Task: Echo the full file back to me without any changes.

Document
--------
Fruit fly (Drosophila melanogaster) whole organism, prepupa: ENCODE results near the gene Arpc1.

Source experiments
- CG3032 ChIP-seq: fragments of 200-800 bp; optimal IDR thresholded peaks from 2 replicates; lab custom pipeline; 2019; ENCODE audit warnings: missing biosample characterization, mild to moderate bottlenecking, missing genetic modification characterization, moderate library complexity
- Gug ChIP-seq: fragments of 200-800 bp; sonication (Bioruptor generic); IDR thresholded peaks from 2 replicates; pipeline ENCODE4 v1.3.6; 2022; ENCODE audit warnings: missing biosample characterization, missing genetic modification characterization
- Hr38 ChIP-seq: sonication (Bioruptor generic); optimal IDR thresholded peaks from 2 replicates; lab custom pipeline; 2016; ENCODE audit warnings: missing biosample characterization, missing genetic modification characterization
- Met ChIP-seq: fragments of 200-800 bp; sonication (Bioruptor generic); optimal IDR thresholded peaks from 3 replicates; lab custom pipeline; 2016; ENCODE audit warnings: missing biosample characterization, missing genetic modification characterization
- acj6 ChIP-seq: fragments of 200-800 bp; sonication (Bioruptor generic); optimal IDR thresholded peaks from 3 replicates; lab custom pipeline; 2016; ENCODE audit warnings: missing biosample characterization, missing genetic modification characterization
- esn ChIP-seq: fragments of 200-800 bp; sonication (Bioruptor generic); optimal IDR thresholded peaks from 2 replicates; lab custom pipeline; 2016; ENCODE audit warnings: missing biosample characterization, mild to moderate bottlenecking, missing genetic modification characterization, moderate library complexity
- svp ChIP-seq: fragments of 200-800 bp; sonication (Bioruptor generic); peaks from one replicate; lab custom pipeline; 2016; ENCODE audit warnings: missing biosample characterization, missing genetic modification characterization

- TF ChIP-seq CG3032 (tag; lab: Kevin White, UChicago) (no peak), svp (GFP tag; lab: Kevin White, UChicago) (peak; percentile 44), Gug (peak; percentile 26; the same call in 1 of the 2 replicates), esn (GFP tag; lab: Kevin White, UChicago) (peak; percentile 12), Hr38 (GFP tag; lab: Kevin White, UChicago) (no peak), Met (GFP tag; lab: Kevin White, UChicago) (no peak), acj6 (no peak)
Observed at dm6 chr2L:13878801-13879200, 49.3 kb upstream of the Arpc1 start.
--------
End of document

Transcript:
Fruit fly (Drosophila melanogaster) whole organism, prepupa: ENCODE results near the gene Arpc1.

Source experiments
- CG3032 ChIP-seq: fragments of 200-800 bp; optimal IDR thresholded peaks from 2 replicates; lab custom pipeline; 2019; ENCODE audit warnings: missing biosample characterization, mild to moderate bottlenecking, missing genetic modification characterization, moderate library complexity
- Gug ChIP-seq: fragments of 200-800 bp; sonication (Bioruptor generic); IDR thresholded peaks from 2 replicates; pipeline ENCODE4 v1.3.6; 2022; ENCODE audit warnings: missing biosample characterization, missing genetic modification characterization
- Hr38 ChIP-seq: sonication (Bioruptor generic); optimal IDR thresholded peaks from 2 replicates; lab custom pipeline; 2016; ENCODE audit warnings: missing biosample characterization, missing genetic modification characterization
- Met ChIP-seq: fragments of 200-800 bp; sonication (Bioruptor generic); optimal IDR thresholded peaks from 3 replicates; lab custom pipeline; 2016; ENCODE audit warnings: missing biosample characterization, missing genetic modification characterization
- acj6 ChIP-seq: fragments of 200-800 bp; sonication (Bioruptor generic); optimal IDR thresholded peaks from 3 replicates; lab custom pipeline; 2016; ENCODE audit warnings: missing biosample characterization, missing genetic modification characterization
- esn ChIP-seq: fragments of 200-800 bp; sonication (Bioruptor generic); optimal IDR thresholded peaks from 2 replicates; lab custom pipeline; 2016; ENCODE audit warnings: missing biosample characterization, mild to moderate bottlenecking, missing genetic modification characterization, moderate library complexity
- svp ChIP-seq: fragments of 200-800 bp; sonication (Bioruptor generic); peaks from one replicate; lab custom pipeline; 2016; ENCODE audit warnings: missing biosample characterization, missing genetic modification characterization

- TF ChIP-seq CG3032 (tag; lab: Kevin White, UChicago) (no peak), svp (GFP tag; lab: Kevin White, UChicago) (peak; percentile 44), Gug (peak; percentile 26; the same call in 1 of the 2 replicates), esn (GFP tag; lab: Kevin White, UChicago) (peak; percentile 12), Hr38 (GFP tag; lab: Kevin White, UChicago) (no peak), Met (GFP tag; lab: Kevin White, UChicago) (no peak), acj6 (no peak)
Observed at dm6 chr2L:13878801-13879200, 49.3 kb upstream of the Arpc1 start.